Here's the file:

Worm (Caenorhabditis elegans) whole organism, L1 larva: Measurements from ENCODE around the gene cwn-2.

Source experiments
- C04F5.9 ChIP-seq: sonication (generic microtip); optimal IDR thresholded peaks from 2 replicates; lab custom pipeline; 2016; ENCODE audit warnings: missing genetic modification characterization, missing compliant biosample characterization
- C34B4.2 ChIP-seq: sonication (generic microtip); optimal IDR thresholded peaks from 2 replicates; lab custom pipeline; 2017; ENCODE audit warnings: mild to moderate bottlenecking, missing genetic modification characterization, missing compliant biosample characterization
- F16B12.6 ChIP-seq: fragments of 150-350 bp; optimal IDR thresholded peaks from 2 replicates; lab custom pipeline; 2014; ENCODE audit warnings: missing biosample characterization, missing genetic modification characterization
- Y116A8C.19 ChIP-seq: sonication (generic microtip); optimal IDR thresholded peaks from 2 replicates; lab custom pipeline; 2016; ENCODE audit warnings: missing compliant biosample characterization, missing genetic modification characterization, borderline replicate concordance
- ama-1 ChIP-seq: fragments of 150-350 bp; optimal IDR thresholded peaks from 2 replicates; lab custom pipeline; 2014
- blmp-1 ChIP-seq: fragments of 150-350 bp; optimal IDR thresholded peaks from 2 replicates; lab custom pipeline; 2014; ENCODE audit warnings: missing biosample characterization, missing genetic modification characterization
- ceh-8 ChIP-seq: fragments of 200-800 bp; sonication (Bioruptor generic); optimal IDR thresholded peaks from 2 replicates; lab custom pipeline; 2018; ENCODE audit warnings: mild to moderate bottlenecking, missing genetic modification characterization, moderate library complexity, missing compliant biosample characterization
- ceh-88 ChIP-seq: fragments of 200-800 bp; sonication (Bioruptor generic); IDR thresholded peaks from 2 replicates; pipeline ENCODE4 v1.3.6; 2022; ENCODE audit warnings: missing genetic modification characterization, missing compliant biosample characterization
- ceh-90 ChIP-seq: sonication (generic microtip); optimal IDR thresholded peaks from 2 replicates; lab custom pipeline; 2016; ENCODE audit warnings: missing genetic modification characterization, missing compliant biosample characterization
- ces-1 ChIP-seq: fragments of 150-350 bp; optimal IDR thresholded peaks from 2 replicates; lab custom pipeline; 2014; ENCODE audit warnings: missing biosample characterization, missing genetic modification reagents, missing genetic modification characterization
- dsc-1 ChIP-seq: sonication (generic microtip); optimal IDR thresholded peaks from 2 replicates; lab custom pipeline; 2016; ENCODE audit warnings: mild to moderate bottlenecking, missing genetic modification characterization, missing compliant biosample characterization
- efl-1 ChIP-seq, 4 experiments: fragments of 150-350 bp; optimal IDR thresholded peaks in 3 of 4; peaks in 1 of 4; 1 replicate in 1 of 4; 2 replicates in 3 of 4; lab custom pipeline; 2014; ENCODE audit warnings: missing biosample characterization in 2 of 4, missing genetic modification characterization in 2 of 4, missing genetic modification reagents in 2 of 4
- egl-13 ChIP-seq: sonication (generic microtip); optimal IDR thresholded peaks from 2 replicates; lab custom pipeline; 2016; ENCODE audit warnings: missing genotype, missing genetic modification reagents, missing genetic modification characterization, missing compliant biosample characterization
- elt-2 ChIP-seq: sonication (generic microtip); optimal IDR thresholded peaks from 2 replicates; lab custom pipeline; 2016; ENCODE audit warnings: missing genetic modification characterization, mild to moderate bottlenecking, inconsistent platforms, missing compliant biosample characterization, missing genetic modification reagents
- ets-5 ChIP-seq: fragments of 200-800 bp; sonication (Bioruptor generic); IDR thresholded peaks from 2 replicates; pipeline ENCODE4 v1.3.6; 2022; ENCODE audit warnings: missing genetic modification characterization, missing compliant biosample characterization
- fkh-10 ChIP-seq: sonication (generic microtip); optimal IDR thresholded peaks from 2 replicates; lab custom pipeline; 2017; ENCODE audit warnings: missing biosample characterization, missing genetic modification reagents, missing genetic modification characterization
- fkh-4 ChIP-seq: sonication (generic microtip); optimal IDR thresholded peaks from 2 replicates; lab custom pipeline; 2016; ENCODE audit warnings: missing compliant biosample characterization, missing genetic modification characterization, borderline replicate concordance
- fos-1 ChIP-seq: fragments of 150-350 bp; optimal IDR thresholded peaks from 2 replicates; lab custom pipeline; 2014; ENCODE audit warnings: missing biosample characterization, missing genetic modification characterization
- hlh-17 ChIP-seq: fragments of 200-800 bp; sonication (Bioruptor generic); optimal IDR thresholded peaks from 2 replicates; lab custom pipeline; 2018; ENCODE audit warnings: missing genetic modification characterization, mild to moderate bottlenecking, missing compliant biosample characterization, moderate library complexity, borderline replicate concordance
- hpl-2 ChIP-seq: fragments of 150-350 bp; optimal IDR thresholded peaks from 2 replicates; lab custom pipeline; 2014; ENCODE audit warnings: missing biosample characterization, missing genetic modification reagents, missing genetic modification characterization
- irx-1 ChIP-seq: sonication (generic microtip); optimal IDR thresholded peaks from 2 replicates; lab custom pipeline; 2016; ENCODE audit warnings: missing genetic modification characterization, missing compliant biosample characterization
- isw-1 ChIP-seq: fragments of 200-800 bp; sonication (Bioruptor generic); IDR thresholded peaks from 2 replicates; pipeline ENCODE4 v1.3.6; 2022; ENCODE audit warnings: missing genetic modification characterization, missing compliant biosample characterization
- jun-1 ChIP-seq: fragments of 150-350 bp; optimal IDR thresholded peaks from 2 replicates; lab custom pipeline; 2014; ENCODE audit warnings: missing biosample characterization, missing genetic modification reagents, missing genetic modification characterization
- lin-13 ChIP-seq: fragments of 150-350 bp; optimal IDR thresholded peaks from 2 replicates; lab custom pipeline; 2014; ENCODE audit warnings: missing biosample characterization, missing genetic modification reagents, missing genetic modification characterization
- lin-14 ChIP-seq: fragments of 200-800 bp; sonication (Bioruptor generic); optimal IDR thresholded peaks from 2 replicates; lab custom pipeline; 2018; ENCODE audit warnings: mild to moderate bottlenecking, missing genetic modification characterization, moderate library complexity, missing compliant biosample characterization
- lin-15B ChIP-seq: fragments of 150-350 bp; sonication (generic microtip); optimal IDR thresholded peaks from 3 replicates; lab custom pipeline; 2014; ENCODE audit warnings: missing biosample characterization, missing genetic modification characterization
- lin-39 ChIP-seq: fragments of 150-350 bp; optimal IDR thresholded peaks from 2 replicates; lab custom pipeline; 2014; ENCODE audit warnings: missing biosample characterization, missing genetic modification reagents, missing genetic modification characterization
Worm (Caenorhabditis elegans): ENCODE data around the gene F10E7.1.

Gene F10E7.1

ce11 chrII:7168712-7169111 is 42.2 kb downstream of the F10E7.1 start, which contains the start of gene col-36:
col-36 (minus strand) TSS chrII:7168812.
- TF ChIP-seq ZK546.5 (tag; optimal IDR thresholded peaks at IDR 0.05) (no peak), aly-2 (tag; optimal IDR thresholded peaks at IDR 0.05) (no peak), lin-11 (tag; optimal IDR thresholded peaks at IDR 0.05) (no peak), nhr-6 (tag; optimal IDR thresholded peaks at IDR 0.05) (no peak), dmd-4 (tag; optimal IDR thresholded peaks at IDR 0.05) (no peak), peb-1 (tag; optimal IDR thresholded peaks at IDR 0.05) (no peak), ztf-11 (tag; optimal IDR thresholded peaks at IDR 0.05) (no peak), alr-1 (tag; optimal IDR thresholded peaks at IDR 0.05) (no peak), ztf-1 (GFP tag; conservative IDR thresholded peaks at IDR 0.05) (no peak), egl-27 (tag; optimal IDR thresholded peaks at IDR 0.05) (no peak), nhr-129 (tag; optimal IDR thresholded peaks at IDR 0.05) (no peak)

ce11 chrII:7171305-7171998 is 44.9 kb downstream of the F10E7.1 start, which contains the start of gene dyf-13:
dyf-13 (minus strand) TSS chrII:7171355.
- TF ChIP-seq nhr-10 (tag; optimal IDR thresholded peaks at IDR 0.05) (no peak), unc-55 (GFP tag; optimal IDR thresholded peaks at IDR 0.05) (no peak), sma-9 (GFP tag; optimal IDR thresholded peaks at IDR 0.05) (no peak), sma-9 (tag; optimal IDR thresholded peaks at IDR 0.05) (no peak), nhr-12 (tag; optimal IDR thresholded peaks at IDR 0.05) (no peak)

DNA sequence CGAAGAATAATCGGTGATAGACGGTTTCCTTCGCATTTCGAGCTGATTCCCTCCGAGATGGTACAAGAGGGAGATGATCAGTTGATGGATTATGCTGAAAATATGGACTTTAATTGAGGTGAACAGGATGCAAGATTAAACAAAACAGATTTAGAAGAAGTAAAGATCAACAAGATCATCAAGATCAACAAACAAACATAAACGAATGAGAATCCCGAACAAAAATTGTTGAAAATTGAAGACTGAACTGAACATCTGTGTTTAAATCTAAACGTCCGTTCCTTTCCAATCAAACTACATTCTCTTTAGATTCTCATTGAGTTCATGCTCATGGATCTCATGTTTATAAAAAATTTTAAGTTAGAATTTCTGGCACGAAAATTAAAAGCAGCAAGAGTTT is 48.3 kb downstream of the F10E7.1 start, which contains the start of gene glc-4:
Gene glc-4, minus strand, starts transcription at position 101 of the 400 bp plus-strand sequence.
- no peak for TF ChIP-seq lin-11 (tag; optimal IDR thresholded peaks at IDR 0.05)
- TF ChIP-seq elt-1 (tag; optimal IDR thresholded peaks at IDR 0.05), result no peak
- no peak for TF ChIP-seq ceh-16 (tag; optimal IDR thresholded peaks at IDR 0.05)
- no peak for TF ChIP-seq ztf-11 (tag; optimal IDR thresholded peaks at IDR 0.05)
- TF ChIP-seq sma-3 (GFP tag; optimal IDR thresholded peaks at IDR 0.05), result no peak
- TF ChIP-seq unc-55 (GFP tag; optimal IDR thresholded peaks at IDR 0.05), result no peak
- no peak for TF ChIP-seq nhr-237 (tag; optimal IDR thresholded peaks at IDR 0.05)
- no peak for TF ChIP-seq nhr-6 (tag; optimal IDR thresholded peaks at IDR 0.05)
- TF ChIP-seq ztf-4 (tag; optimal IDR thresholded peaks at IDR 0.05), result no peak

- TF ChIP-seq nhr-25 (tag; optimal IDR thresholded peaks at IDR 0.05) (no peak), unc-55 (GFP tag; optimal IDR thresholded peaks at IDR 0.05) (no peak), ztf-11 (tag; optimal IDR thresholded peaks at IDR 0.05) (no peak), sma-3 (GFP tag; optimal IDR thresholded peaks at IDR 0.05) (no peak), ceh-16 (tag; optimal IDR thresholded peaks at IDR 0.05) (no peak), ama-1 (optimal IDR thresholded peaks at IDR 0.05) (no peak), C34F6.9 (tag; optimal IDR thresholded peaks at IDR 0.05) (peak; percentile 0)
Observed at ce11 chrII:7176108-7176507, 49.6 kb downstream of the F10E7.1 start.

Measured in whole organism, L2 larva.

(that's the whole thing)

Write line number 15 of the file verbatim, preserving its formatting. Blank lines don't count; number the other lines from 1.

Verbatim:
- egl-13 ChIP-seq: sonication (generic microtip); optimal IDR thresholded peaks from 2 replicates; lab custom pipeline; 2016; ENCODE audit warnings: missing genotype, missing genetic modification reagents, missing genetic modification characterization, missing compliant biosample characterization